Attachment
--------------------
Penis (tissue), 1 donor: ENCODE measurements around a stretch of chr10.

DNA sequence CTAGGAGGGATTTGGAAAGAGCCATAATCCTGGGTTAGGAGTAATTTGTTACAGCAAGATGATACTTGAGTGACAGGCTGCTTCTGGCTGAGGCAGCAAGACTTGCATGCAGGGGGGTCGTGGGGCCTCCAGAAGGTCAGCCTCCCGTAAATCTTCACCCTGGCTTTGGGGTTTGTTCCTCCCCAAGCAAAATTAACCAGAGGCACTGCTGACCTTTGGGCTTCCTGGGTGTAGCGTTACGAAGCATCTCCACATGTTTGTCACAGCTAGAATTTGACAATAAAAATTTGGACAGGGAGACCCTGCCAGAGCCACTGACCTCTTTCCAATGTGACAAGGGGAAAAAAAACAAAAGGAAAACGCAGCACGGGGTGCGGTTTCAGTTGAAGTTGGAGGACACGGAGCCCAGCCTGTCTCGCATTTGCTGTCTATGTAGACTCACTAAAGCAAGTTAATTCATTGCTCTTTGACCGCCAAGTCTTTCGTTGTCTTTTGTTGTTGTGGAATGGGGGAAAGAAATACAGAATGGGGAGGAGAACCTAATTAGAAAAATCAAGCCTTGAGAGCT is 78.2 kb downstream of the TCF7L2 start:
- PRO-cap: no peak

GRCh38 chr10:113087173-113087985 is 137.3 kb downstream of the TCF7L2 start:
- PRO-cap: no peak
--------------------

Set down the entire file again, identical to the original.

Penis (tissue), 1 donor: ENCODE measurements around a stretch of chr10.

DNA sequence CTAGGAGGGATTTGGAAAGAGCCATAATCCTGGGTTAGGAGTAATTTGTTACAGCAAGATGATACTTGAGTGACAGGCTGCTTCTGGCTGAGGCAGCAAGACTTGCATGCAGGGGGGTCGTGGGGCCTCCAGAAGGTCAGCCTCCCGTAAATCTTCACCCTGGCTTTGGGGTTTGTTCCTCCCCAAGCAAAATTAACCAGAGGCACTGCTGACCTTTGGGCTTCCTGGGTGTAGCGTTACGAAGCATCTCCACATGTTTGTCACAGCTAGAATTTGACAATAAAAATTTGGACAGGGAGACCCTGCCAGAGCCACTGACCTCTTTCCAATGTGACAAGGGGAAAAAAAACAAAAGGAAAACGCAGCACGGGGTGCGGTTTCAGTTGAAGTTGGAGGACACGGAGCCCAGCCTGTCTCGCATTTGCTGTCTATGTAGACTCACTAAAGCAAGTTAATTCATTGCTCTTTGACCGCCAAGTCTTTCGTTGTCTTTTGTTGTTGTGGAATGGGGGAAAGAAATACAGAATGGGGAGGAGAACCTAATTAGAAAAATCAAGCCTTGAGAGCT is 78.2 kb downstream of the TCF7L2 start:
- PRO-cap: no peak

GRCh38 chr10:113087173-113087985 is 137.3 kb downstream of the TCF7L2 start:
- PRO-cap: no peak